UPDATE:  As Pujols sits at 0-3 I thought I would update you with some more notes.  If we expand to ten games to match the current season’s number of games, Albert still had five unique stretches of ten games where he hit under 0.200.  His lowest ten game stretch was 0.147 and it happened twice.  2009 and 2008 saw Albert have 1 such stretch of ten games where he hit under 0.200 in each season.

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Game 7

Game 8

 

Game 9

 

Those are a couple of dramatic games at the beginning of the series aren’t they.  Unfortunately both went the wrong direction.  Thankfully Lohse was able to help the Cards avoid the sweep.

 

The Good:

Matt Holliday is back playing.  It doesn’t matter what he did in his first game back because having your second best hitter (and a plus defender to boot) back is a good thing

Colby’s Offense.  He’s getting his share of hits (a lot of singles so far, but the power is clearly not a problem) and most importantly drawing his fair share of walks.  Coming into today’s action he sat 8th in MLB in OBP due to a 20.6% walk rate.

Kyle Lohse had a very solid game, and in general the pitching (even the pen despite the memorable moments) has been good enough.

The Bad:

Colby’s Defense.  He looked skittish on the two plays to end the first two games.  Clearly we don’t have any numbers on his D yet, but I’ll be curious come end of the season what his metrics look like.  Up to this point he’s had one good and one bad year, so it’s hard to tell statistically how good he is.

Albert Pujols is still struggling at the plate, seemingly guaranteed to hit into a DP at all opportunities.  Clearly this is a temporary thing (more on this later in the week probably) but it still falls in the bad category.

Ryan Franklin has had a nightmare start to the season.  I’m not sure there is a clear cut next best option, so I’m ok with him remaining in the closer’s role.  If Motte or Boggs gets on a roll, then we’ll talk.  Ideally one of them will solidify themselves in Tony’s mind soon in case of any additional blow ups out of Franklin.

 

Commentary:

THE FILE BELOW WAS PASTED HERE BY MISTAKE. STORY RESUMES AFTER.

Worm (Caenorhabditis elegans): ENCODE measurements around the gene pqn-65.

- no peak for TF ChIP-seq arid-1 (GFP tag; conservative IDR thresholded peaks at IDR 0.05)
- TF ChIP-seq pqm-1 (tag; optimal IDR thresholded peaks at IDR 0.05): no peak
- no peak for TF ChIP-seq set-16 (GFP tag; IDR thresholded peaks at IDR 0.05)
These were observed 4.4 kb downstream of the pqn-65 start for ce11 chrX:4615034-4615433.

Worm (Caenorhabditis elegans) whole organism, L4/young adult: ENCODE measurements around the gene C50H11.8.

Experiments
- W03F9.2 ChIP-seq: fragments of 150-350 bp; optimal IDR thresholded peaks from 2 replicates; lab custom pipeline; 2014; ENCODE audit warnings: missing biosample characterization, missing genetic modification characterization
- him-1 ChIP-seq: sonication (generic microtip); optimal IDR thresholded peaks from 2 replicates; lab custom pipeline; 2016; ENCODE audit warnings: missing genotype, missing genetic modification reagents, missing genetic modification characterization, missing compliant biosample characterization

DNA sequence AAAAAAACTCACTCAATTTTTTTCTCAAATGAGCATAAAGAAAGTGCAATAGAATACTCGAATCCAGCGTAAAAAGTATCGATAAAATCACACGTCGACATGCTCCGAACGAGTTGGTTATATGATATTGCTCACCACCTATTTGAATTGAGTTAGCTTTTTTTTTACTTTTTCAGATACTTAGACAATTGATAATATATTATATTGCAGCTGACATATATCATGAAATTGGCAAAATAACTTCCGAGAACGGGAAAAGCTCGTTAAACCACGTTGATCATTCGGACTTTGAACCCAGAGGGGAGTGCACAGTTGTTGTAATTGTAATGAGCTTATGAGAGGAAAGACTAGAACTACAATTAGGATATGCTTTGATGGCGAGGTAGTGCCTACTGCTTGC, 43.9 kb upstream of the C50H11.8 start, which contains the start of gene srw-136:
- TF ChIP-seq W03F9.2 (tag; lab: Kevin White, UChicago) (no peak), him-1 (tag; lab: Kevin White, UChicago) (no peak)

Apologize for the light amount of analysis recently, but look for that to change as we get some bigger samples to start to work with.  There’s a Pujols piece in the hopper and we’ll be able to start looking at some pitch f/x things for pitchers here pretty soon too.

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President Barack Obama warms up with St. Louis...

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Maybe during the government’s shutdown, President Obama can start pitching for opposing teams. The Cardinals may require this type of handicap if they’re going to put any runs on the board this season. What’s that you say? Oh yeah… he’s a southpaw. Nevermind.

All kidding aside, this team seems even less capable of scoring runs than last year. That observation is probably due to the short-term memory nature of sports, but this team was supposed to feature a roster infused with higher offensive potential and better quality of character. Maybe they’re having a blast in the clubhouse, and perhaps they respect the hell out of each other, but fans are unamused.

And you know what? It’s understandable that the fan base is growing restless. After the 2010 club was characterized as underachieving by its own GM, the 2011 version has limped out of the gate with a 2-5 record that already leaves them sitting three games back of the Reds. Yes, it’s too early to panic, but what is going on? The only redeeming factor of this team is that it has been playing real life games in front of a baseball-starved fan base, even if its offense has been of the station-to-station variety. Well, that and they’ve been pitching fairly well.

However, if baseball watching has been more boring than you remembered, it’s probably because the Cardinals have only had 9 extra base hits (2 HR, 1 3B, and 6 2B) in 268 plate appearances. Forget the NL Central, that’s the worst total in all of MLB. To make things worse, they’ve hit into 11 double plays, 5 of which were the fault of Albert Pujols. Again – worst in the league. Even when things have looked promising, runners have abruptly been plucked from the base paths leaving opportunities wasted and rallies killed. We all know how Tony LaRussa loves his crooked numbers, but he’s only enjoyed three frames in which the Cardinals have scored more than one run, and in each of those innings, it was the lowest possible crooked number – two.

Yes, this has been a remarkably terrible opening week for the Cardinals… and history isn’t on their side (as outlined by Pip at Fungoes) when it comes to other teams turning it around after similarly disappointing starts.

But are there any reasons for optimism?

Team Wins Losses Pyth O/U* BB% K% BB/K